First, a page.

MYROSLAVA (HELEN) PAVLOVSKY: “Slava” Pavlovsky served for the last fifteen years as Executive Assistant and Secretary to Archbishop Antony and prior to that in the same capacity for Metropolitan and later Patriarch of Ukraine Mstyslav for twenty years – with a short break to complete her college degree in the early 1980’s. She was a well-known fixture in the Bishops’ and Consistory offices – familiar to anyone and everyone who came to visit or meet with our hierarchs. She was a fierce defendant of their schedule and sometimes had to force the bishops themselves to balance their time so that they were not completely overwhelmed by “meetings” when other very important matters needed attention. This was an invaluable service to both the Metropolitan and the Archbishop. She often scolded them for doing the things she thought she should be doing – like making copies or delivering papers from one office to another.
Pani Slava was a linguist, fluent in seven languages, which proved many times to be of extreme importance not only to the hierarchs, but to the entire Consistory membership and staff when translations were needed. She never refused to accept additional translating from any member of the Consistory – especially when special projects were in progress. In addition to her responsibilities assisting the hierarchs, Slava enjoyed working closely with the Editors-in-Chief – especially Bishop Daniel and Fr. William Diakiw – of the Ukrainian Orthodox Word, the Church Calendar, the United Sisterhood’s Vira and the Commissions and Committees responsible for many other church publications in translation efforts. She and Lida Nakonachny, who retired from the staff a few years ago, had a close working relationship, at first in the Metropolitan/Patriarch’s office and then the Consistory. It was interesting to witness three way “conversations” between them and Bishop Daniel about the proper translations – whether to use modern Ukrainian language as utilized in Ukraine today or the traditional Ukrainian utilized by those who emigrated from Ukraine to the USA before and after World War II.
Slava was in her 80th year of life and had informed Archbishop Antony prior to her 80th birthday in late June that it was time for her to retire. She agreed to remain on the job until a replacement was found and finally on 29 August, she left the office for the last time bearing with her a large bouquet of flowers to enter into her well-deserved retirement - she adamantly refused to permit any kind of farewell party or even lunch on the occasion of her retirement. The Archbishop was able to extract a promise – which she happily made – to work from home when necessary. She went to bed that night and fell asleep in the Lord leaving heavy hearts among her family, co-workers and friends.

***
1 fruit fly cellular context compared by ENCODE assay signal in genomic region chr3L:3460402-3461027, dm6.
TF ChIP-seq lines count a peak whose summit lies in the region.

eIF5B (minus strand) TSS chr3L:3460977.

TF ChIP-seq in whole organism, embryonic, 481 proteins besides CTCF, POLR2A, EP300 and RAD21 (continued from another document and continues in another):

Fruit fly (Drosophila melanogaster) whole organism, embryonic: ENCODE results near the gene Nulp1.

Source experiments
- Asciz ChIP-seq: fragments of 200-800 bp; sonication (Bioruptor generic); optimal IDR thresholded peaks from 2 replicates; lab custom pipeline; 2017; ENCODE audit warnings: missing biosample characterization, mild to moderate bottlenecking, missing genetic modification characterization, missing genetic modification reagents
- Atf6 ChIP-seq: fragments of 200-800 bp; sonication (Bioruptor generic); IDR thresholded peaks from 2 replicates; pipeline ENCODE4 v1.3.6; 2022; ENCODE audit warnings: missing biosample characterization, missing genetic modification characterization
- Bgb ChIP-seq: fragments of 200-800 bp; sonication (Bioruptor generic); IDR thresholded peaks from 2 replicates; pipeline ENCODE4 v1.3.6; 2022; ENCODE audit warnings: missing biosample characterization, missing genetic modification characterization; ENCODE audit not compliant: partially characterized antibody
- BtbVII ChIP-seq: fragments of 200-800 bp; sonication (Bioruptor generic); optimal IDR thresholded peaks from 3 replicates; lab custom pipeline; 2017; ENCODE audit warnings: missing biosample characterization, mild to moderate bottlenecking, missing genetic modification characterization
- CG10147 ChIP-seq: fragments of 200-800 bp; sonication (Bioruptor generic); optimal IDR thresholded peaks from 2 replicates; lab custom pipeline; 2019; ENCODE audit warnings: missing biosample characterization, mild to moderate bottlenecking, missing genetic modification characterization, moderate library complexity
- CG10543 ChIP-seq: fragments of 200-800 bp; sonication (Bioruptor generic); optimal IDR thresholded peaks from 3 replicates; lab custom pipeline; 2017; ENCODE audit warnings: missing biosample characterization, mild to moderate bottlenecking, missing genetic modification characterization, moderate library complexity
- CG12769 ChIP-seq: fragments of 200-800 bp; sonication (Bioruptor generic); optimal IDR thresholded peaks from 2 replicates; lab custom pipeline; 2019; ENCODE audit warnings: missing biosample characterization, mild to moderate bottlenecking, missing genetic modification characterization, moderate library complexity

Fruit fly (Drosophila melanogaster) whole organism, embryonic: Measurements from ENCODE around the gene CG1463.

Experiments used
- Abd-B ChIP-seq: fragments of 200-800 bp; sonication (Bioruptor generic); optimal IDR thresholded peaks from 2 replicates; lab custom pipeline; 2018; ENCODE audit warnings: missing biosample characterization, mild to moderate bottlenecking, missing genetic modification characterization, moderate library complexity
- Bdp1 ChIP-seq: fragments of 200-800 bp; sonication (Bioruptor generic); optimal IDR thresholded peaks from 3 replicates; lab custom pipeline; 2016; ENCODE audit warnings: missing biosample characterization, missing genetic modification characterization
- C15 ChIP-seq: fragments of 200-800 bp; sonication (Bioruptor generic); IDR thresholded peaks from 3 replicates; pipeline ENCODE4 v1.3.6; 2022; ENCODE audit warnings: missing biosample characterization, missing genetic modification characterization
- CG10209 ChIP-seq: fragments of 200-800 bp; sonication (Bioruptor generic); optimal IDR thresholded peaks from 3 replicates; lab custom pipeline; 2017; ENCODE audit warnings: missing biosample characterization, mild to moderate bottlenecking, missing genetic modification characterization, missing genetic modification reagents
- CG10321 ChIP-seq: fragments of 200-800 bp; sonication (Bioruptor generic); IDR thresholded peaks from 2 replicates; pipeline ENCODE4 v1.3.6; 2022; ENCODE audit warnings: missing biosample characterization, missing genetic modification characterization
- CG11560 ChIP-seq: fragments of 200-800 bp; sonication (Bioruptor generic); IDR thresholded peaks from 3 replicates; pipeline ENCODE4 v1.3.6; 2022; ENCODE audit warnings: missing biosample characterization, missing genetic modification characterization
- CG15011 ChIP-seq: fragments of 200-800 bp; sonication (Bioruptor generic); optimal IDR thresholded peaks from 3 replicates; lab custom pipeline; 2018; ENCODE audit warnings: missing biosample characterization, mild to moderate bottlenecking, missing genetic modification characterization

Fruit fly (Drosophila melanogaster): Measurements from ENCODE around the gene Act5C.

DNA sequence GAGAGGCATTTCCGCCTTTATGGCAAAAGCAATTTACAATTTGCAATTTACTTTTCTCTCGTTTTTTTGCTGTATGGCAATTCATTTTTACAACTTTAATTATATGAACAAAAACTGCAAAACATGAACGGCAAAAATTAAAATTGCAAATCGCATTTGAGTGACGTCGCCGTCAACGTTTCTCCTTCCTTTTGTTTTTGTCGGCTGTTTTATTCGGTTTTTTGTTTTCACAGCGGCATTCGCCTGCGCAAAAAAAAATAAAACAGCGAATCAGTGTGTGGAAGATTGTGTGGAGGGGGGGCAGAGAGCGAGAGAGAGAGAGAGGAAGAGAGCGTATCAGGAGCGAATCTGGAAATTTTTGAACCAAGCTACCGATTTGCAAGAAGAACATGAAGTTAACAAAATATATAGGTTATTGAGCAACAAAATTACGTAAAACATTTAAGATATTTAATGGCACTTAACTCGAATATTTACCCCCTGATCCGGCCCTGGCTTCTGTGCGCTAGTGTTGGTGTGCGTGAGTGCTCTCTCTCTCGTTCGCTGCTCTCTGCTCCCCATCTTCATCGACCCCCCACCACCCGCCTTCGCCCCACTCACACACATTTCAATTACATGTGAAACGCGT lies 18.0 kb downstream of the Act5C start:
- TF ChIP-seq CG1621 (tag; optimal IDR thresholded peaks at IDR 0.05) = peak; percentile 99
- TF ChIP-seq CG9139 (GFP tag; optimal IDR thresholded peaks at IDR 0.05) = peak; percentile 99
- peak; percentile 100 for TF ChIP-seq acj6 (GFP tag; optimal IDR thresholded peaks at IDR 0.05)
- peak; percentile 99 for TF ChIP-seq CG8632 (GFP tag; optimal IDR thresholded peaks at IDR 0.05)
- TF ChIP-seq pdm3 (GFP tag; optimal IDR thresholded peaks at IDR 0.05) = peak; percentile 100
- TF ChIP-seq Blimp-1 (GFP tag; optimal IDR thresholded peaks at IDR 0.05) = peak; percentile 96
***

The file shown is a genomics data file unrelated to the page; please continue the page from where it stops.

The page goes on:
Funeral services were conducted on Thursday, 4 September 2008 and Friday, 5 September 2008 in St. Andrew Memorial Church with Archbishop Antony, Bishop Daniel, Fr. Frank Estocin, Fr. Yurij Siwko, Fr. Bazyl Zawierucha, Fr. Ivan Lymar and Fr. Victor Wronskyj serving. The members of her family and St. Andrew Memorial Church Choir – of which Slava was a member for 37 years – sang the responses for the funeral. She is survived by her children and grandchildren: daughter Christine Syzonenko and her husband Walter with their children Mykola, Katerina and Oleksander, son Taras Pavlovsky and his wife Lilia with their children Kyrylo and Zoya, daughter Natalka Weismantel and her husband Matthew with their son Leonid and other extended family members. She was interred in St. Andrew Cemetery next to her husband Oleh, who reposed in 1993.
We will miss both of these dedicated individuals who gave so much of themselves to our Holy Ukrainian Orthodox Church in service to God and fellow man. The entire Consistory membership and staff extend their most sincere sympathy to the families of Nick and Slava. We all will carry fond memories of our relationships with them throughout our lives. May their souls rest in eternal happiness and may their memory live in God’s Kingdom from generation to generation. Vichna yim pamyat!